'An author with a flair for terror' The New Yorker
Griselda and Con Satterlee are spending a second honeymoon in a cottage on Long Beach, and it's not going well. To cap it all, Con picks up a blonde in the Bamboo Bar one night and walks out with her, leaving Griselda on her own.
Con comes back, saying that he took the blonde outside to try to stop her from shooting herself, but the police find her body the next morning and Con is arrested for her murder.
Then Con disappears, and Griselda is alone in their beach house with a door that can't keep out the Major, who frightens her; Kew, whom Con distrusts; Kathie, who is lovely, and so strange; or Dare, who has caused trouble before . . .
Griselda must work quickly to save Con - and their marriage.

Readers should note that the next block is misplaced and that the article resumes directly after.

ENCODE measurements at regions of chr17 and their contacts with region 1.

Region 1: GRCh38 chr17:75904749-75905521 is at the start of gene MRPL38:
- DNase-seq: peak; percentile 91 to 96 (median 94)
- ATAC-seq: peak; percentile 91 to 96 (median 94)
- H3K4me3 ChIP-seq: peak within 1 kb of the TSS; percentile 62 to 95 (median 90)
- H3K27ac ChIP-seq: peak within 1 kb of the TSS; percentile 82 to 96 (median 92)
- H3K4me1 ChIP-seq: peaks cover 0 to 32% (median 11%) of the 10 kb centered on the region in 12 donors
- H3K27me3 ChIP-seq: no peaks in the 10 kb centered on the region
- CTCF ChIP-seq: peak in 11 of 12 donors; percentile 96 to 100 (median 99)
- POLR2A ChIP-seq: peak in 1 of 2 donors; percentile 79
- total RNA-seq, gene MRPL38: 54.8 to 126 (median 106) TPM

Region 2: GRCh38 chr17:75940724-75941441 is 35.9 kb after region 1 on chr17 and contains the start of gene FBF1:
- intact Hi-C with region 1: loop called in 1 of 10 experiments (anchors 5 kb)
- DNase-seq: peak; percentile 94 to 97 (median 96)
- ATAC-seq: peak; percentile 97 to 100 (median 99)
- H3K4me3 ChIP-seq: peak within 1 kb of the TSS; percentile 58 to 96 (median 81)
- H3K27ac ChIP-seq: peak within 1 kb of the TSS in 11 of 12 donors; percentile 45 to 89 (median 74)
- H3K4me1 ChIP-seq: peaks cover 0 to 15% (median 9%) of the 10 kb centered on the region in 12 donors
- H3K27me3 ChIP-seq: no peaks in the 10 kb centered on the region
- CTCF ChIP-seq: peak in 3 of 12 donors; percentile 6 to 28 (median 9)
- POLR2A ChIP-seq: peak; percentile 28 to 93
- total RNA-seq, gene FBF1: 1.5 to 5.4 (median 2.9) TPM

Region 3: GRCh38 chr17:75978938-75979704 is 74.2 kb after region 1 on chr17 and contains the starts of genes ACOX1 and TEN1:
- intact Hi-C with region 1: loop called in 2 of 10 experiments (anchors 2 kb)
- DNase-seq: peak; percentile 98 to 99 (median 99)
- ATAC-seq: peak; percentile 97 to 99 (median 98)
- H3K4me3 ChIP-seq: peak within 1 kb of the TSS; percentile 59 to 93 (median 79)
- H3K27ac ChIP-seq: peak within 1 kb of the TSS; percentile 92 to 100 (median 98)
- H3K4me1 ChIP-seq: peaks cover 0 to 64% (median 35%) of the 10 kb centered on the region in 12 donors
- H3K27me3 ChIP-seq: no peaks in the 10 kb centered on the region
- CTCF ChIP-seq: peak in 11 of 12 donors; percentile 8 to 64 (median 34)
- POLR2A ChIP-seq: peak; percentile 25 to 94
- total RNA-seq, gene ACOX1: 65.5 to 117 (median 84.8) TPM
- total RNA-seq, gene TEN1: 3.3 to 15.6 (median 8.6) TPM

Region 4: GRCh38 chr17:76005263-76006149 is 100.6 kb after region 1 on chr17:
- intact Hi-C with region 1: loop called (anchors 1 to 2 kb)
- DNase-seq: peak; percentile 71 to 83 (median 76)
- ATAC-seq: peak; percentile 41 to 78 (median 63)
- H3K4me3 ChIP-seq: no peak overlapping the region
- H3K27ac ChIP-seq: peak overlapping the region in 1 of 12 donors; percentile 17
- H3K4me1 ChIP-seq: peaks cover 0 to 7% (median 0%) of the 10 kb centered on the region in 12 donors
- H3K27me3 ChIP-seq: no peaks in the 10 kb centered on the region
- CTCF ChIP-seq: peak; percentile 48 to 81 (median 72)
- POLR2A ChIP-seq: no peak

Dorothy B. Hughes was an acclaimed crime novelist and literary critic, her style falling into the hard-boiled and noir genres of mystery writing. Born in Kansas City, she studied journalism at the University of Missouri, and her initial literary output consisted of collections of poetry. Hughes' first mystery novel, The So Blue Marble, was published in 1940 and was hailed as the arrival of a great new talent in the field. Her writing proved to be both critically and commercially successful, and three of her novels - The Fallen Sparrow, Ride the Pink Horse and In a Lonely Place - were made into major films. Hughes' taught, suspenseful detective novels are reminiscent of the work of Elisabeth Sanxay Holding and fellow The Murder Room author Margaret Millar. In 1951, Hughes was awarded an Edgar award for Outstanding Mystery Criticism and, in 1978, she received the Grand Master award from the Mystery Writers of America. She died in Oregon in 1993.